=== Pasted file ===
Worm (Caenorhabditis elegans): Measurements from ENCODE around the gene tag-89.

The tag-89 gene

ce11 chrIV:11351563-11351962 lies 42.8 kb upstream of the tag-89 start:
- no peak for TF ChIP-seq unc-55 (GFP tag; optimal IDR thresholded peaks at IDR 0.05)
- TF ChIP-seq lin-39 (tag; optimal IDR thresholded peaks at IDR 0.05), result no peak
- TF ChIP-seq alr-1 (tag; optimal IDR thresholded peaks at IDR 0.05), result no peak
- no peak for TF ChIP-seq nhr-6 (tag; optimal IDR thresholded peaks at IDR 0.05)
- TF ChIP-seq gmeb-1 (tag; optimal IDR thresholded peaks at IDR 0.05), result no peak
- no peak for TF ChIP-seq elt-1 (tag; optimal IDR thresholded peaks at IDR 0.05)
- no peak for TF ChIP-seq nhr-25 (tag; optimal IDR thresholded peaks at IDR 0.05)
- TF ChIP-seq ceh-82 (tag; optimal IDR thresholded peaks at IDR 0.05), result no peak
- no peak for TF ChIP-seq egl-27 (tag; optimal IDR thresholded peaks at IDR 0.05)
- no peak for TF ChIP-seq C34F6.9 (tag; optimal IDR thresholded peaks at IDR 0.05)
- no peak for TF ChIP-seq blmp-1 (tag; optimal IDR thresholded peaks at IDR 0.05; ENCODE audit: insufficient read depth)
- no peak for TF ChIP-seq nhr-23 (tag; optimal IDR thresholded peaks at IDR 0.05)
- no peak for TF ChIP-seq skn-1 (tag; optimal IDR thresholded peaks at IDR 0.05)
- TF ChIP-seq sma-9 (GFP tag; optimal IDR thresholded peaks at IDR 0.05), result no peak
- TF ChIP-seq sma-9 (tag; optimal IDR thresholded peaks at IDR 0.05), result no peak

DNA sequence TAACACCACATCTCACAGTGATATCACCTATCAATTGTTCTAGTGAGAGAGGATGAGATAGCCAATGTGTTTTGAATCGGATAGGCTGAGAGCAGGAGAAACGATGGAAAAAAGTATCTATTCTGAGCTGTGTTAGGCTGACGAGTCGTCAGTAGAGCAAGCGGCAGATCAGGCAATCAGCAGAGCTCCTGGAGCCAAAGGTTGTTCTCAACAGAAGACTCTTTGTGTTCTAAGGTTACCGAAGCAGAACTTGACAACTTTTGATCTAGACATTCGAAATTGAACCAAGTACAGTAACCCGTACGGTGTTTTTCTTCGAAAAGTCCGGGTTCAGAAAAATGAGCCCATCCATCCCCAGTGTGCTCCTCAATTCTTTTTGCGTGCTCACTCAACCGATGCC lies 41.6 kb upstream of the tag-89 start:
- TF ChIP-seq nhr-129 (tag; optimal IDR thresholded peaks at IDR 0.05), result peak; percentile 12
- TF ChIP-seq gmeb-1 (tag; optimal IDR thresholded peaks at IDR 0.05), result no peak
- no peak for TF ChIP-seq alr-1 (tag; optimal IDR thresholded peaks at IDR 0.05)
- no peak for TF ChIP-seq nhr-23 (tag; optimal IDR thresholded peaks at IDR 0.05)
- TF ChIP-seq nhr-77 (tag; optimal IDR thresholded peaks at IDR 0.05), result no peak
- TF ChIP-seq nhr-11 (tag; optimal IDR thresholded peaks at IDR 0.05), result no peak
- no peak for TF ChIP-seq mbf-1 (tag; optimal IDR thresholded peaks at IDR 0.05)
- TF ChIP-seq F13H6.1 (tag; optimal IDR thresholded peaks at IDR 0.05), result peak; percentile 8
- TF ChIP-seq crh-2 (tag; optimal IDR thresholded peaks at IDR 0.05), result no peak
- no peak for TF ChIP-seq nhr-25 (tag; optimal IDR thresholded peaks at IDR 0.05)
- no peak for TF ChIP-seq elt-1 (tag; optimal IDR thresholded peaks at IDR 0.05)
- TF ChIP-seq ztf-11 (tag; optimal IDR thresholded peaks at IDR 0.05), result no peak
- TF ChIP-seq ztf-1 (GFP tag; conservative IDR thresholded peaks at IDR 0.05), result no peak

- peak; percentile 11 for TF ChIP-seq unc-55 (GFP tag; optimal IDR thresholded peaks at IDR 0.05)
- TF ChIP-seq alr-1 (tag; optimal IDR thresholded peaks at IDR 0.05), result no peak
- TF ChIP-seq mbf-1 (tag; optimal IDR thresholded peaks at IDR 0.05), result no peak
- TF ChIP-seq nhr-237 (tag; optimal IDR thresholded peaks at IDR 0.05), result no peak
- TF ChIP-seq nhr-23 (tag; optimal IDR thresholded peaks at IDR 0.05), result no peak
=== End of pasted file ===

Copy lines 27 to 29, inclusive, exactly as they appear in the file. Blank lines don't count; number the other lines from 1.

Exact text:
- TF ChIP-seq F13H6.1 (tag; optimal IDR thresholded peaks at IDR 0.05), result peak; percentile 8
- TF ChIP-seq crh-2 (tag; optimal IDR thresholded peaks at IDR 0.05), result no peak
- no peak for TF ChIP-seq nhr-25 (tag; optimal IDR thresholded peaks at IDR 0.05)